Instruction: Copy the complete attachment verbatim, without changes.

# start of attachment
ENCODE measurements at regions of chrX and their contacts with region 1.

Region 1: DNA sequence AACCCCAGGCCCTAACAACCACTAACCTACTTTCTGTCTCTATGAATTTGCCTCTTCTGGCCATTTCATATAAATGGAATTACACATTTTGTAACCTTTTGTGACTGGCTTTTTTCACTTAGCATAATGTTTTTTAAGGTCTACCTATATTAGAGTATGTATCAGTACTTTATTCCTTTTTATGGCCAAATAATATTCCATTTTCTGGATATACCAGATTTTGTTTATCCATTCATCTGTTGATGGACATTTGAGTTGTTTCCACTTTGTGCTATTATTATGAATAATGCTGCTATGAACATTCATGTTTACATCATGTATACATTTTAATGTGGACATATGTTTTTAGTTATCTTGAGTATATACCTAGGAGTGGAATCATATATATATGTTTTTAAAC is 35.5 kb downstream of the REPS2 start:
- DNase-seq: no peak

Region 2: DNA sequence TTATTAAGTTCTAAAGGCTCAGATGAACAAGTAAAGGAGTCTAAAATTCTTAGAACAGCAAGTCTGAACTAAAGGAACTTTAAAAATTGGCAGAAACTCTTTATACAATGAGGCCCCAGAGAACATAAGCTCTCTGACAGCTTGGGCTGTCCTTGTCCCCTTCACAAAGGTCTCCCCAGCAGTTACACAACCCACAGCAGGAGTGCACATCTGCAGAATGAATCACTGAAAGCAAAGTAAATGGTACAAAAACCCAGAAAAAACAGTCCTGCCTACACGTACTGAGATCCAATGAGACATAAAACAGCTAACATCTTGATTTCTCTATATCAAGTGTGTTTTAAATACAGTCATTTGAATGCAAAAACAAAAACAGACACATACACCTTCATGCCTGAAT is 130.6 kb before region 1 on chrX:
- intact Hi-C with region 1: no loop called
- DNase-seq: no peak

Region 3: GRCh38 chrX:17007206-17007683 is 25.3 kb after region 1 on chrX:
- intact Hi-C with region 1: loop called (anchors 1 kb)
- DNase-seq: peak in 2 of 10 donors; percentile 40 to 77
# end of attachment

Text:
ENCODE measurements at regions of chrX and their contacts with region 1.

Region 1: DNA sequence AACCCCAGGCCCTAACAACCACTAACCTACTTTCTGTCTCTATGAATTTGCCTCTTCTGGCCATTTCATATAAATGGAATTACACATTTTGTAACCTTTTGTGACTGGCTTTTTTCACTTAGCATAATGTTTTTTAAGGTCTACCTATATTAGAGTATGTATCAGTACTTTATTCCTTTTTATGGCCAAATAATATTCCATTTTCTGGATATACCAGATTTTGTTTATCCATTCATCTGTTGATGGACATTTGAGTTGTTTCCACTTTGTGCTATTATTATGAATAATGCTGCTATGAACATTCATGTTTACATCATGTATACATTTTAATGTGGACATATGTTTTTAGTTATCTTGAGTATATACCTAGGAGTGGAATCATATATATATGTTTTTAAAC is 35.5 kb downstream of the REPS2 start:
- DNase-seq: no peak

Region 2: DNA sequence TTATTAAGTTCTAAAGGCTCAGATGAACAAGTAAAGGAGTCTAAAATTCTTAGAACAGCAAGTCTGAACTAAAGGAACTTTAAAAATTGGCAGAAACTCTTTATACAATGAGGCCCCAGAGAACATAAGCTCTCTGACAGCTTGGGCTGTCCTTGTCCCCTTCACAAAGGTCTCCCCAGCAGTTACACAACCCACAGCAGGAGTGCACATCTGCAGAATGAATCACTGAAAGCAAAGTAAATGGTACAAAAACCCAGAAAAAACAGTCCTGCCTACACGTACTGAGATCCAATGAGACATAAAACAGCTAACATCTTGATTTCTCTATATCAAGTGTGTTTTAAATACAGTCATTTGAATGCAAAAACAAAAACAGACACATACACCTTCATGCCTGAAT is 130.6 kb before region 1 on chrX:
- intact Hi-C with region 1: no loop called
- DNase-seq: no peak

Region 3: GRCh38 chrX:17007206-17007683 is 25.3 kb after region 1 on chrX:
- intact Hi-C with region 1: loop called (anchors 1 kb)
- DNase-seq: peak in 2 of 10 donors; percentile 40 to 77